According to a survey by GT Nexus, a cloud-computing provider, while 75% of companies recognised the importance of the current digital transformation to their business, a third were dissatisfied with what they were doing and almost half were still using traditional communication methods one way or another. Guy Courtin, vice-president of industry and solution strategy, pointed to one major OEM that was still using fax machines to communicate with suppliers in China. Meanwhile, many major manufacturers at the event admitted that they were still heavily reliant on legacy systems and manual processes, including excel spreadsheets to compile and track data.
Knowing what we don’t know yet
Keeping up with changes to systems and processes may matter more than ever, and even be a question of survival for some companies. The average lifespan of a company is now 18 years compared to 61 in the late 1950s, according to Courtin, while more than half of the Fortune 500 firms that were in business in 2000 have since disappeared. Consumers, armed with latest handheld devices, are now asking for finer specifications on the cars they buy and are not prepared to wait for them. Courtin suggested that is and will continue to impact the automotive supply chain.
Although the potential for change is high, it is not yet clear the extent to which current processes will change or be automated. According to Senthil Virthachalam, strategy and transformation senior managing consultant at IBM, basic logistics needs are similar today to what they were ten years ago, with technology helping to achieve better results. For example, real-time visibility, better management of supply risks, increasing use of third party logistics providers to coordinate transport, storage and in-plant logistics – all of these are approached in new ways, said Virthachalam. Digital technology is also improving collaborative planning and supplier portals are improving visibility, as well as the availability and movement of parts.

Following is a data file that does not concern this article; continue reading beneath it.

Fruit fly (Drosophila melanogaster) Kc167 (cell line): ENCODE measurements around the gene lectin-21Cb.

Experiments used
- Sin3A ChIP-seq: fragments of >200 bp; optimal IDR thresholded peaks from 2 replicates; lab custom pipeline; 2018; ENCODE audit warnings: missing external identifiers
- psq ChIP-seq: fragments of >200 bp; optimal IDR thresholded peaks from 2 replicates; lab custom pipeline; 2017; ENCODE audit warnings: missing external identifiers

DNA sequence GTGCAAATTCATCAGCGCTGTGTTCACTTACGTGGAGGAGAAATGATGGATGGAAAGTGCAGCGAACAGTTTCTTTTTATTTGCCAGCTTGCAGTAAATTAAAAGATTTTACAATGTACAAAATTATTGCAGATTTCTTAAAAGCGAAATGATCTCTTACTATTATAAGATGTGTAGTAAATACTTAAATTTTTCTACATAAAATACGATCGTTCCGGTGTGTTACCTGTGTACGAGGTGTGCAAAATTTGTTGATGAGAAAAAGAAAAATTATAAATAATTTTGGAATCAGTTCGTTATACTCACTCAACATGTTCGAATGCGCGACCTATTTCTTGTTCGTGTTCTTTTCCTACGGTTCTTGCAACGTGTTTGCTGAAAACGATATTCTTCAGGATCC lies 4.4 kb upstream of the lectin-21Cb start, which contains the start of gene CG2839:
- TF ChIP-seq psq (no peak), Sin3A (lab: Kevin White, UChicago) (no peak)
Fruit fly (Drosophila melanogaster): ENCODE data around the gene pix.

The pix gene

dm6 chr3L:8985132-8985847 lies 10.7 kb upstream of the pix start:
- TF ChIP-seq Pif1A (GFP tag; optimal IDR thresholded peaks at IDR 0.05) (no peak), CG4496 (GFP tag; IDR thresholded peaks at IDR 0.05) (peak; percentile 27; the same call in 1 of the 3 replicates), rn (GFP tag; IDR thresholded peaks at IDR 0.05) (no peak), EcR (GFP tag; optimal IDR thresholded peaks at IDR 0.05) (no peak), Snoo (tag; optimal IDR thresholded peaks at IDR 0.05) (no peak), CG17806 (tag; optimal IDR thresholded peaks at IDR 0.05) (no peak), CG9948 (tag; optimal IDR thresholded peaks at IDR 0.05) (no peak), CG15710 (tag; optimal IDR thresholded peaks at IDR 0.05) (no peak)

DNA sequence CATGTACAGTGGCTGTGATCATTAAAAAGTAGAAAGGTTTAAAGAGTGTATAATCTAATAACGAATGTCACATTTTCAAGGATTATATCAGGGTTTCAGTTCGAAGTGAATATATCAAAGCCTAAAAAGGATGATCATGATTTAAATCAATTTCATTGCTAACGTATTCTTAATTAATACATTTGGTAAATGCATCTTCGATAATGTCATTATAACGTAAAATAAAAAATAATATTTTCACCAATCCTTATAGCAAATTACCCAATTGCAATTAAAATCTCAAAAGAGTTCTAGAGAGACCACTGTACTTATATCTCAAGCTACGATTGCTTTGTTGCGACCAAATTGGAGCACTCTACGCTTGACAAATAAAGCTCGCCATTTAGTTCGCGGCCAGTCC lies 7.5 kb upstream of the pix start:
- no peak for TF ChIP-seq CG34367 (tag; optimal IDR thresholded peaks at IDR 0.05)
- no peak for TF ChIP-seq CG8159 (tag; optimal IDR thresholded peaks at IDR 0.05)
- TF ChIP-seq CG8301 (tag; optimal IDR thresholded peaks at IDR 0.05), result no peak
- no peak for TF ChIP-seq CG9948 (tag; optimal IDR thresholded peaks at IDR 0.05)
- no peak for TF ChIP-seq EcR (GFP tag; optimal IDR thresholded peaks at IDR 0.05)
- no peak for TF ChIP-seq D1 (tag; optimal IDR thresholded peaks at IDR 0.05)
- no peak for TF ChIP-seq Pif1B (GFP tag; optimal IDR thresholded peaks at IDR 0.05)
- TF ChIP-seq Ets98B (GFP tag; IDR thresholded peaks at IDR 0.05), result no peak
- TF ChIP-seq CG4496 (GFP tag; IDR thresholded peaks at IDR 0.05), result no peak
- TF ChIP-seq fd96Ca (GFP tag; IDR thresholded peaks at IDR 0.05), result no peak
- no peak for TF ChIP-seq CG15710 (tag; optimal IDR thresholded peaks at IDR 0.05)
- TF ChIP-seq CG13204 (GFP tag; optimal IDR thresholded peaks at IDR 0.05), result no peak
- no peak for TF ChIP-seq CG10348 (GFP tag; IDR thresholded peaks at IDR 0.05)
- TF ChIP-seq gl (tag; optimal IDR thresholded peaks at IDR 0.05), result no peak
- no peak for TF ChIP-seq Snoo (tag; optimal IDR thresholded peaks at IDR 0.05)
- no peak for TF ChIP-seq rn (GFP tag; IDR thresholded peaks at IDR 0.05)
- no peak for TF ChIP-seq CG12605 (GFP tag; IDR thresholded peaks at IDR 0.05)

Other innovations are also pointing towards new levels of efficiency. Courtin noted that factories were adding intelligent functions to the factory, including smart glasses to help workers with picking and parts handling, or drones to monitor inventory in large warehouses or yards. IBM’s Virthachalam pointed to the use of pallet sensors that could now tell you how many parts are in the box it is helping to store, helping to provide real-time information for ordering.
Dewicki predicted that the use of 3D printing could remove the need for traditional parts handling and storage in the aftermarket. The ability to download the information for a basic service part and print it at the service centre promises to change the delivery routes and warehouse or dealer storage capacity issues, he said.
However, while examples of such changes can already be found in the supply chain, the pace and scale in which the sector will use the technology is still very much in play. “We don’t know what we don’t know,” said Courtin.
“We are laying down the ground work and extracting information but we don’t know what we are going to do with it in total,” he added. “We don’t know what is coming down the road…we are only limited by our imagination.”
Along with imagination, however, security breaches and other data risks are factors. Dewicki pointed to cyber security as growing threat the more the supply chain and its data become connected. Courtin agreed, suggesting that supply chain providers would have to be more responsive to such risks.
Ultimately, however, manufacturers and logistics providers will have to adjust to these threats in the way that other sectors are currently doing. “If what happened at Target two or three years ago wasn’t a wake up call I don’t know what is,” said Dewicki, referencing the major hack at the discount retailer that affected the personal financial details of 40m card users.
However, he also pointed out that not so long ago nobody was banking online out of fear of data security. “You need to understand the vectors [in your supply chain] and design way of identifying and mitigating them,” he said.